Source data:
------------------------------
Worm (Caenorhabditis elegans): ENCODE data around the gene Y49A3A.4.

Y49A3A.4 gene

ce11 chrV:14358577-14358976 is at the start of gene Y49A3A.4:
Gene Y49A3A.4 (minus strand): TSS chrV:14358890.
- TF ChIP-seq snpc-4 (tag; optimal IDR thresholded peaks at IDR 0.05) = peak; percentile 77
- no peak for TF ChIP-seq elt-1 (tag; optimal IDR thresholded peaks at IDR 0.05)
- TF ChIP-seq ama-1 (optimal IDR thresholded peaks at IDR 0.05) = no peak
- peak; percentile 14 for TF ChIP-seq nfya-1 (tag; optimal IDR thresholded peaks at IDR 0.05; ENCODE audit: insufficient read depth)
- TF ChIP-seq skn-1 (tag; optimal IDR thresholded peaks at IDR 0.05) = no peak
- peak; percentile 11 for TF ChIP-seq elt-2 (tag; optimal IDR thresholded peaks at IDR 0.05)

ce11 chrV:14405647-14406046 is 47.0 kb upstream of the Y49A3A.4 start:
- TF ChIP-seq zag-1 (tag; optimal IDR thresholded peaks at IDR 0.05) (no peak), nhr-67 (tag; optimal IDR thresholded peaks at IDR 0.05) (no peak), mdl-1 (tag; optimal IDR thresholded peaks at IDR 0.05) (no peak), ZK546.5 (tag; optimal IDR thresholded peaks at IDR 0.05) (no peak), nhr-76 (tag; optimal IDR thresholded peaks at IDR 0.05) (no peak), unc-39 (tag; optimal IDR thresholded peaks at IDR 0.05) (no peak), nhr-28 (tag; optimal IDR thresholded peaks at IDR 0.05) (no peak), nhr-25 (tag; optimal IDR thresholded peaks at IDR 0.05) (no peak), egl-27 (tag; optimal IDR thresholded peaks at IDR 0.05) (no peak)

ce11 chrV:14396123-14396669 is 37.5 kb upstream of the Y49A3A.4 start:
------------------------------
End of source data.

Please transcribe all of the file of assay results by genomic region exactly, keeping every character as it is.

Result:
Worm (Caenorhabditis elegans): ENCODE data around the gene Y49A3A.4.

Y49A3A.4 gene

ce11 chrV:14358577-14358976 is at the start of gene Y49A3A.4:
Gene Y49A3A.4 (minus strand): TSS chrV:14358890.
- TF ChIP-seq snpc-4 (tag; optimal IDR thresholded peaks at IDR 0.05) = peak; percentile 77
- no peak for TF ChIP-seq elt-1 (tag; optimal IDR thresholded peaks at IDR 0.05)
- TF ChIP-seq ama-1 (optimal IDR thresholded peaks at IDR 0.05) = no peak
- peak; percentile 14 for TF ChIP-seq nfya-1 (tag; optimal IDR thresholded peaks at IDR 0.05; ENCODE audit: insufficient read depth)
- TF ChIP-seq skn-1 (tag; optimal IDR thresholded peaks at IDR 0.05) = no peak
- peak; percentile 11 for TF ChIP-seq elt-2 (tag; optimal IDR thresholded peaks at IDR 0.05)

ce11 chrV:14405647-14406046 is 47.0 kb upstream of the Y49A3A.4 start:
- TF ChIP-seq zag-1 (tag; optimal IDR thresholded peaks at IDR 0.05) (no peak), nhr-67 (tag; optimal IDR thresholded peaks at IDR 0.05) (no peak), mdl-1 (tag; optimal IDR thresholded peaks at IDR 0.05) (no peak), ZK546.5 (tag; optimal IDR thresholded peaks at IDR 0.05) (no peak), nhr-76 (tag; optimal IDR thresholded peaks at IDR 0.05) (no peak), unc-39 (tag; optimal IDR thresholded peaks at IDR 0.05) (no peak), nhr-28 (tag; optimal IDR thresholded peaks at IDR 0.05) (no peak), nhr-25 (tag; optimal IDR thresholded peaks at IDR 0.05) (no peak), egl-27 (tag; optimal IDR thresholded peaks at IDR 0.05) (no peak)

ce11 chrV:14396123-14396669 is 37.5 kb upstream of the Y49A3A.4 start: